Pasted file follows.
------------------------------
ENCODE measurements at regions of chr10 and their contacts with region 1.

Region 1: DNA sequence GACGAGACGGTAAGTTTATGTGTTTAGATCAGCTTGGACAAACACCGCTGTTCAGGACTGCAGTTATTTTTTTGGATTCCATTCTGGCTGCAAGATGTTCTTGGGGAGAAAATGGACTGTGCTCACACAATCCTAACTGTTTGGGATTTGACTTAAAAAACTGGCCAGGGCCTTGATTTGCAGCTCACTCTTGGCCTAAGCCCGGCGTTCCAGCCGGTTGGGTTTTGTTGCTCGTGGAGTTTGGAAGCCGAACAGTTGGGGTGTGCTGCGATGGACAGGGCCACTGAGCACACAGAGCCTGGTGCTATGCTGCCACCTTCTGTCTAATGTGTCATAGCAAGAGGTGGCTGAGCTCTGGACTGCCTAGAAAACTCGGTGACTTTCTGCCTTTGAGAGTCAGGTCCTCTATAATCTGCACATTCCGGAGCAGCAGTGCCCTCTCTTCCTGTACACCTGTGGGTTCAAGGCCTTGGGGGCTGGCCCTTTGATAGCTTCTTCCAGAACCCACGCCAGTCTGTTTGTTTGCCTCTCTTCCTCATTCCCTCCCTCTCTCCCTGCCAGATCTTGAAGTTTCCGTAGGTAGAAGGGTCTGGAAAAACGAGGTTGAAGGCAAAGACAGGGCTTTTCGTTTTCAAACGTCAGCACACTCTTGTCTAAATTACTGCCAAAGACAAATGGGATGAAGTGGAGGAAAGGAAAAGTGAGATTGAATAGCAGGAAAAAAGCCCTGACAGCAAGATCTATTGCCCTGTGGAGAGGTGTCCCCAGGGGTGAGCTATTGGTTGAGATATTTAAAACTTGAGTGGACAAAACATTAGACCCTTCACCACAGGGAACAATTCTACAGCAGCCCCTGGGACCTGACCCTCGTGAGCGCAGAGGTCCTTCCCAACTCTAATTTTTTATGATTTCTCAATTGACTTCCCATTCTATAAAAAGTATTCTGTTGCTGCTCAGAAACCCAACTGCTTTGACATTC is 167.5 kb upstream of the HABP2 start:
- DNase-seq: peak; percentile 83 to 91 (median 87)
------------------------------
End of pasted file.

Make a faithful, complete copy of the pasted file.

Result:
ENCODE measurements at regions of chr10 and their contacts with region 1.

Region 1: DNA sequence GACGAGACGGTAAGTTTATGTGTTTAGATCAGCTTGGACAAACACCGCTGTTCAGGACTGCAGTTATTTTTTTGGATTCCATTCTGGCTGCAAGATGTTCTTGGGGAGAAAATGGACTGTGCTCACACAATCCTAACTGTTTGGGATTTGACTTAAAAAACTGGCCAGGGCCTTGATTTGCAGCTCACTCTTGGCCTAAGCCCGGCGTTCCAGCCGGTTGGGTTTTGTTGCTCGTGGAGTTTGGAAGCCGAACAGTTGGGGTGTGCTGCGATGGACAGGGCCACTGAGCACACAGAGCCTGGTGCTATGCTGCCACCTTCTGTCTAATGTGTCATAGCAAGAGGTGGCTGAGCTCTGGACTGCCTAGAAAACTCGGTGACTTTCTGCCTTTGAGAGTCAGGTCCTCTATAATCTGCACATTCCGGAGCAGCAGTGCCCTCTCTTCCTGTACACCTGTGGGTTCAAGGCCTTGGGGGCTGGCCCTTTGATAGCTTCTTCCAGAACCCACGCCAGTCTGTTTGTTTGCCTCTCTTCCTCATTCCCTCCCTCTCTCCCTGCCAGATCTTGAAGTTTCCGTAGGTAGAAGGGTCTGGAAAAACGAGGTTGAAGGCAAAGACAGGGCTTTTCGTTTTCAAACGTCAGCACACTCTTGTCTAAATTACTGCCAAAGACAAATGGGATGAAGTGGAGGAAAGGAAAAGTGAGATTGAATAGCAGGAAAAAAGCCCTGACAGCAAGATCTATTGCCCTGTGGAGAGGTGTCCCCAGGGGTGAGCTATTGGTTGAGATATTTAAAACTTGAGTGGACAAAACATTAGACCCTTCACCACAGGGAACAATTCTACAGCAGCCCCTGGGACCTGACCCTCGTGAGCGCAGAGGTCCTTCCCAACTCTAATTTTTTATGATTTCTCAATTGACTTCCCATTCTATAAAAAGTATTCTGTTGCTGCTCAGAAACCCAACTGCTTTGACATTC is 167.5 kb upstream of the HABP2 start:
- DNase-seq: peak; percentile 83 to 91 (median 87)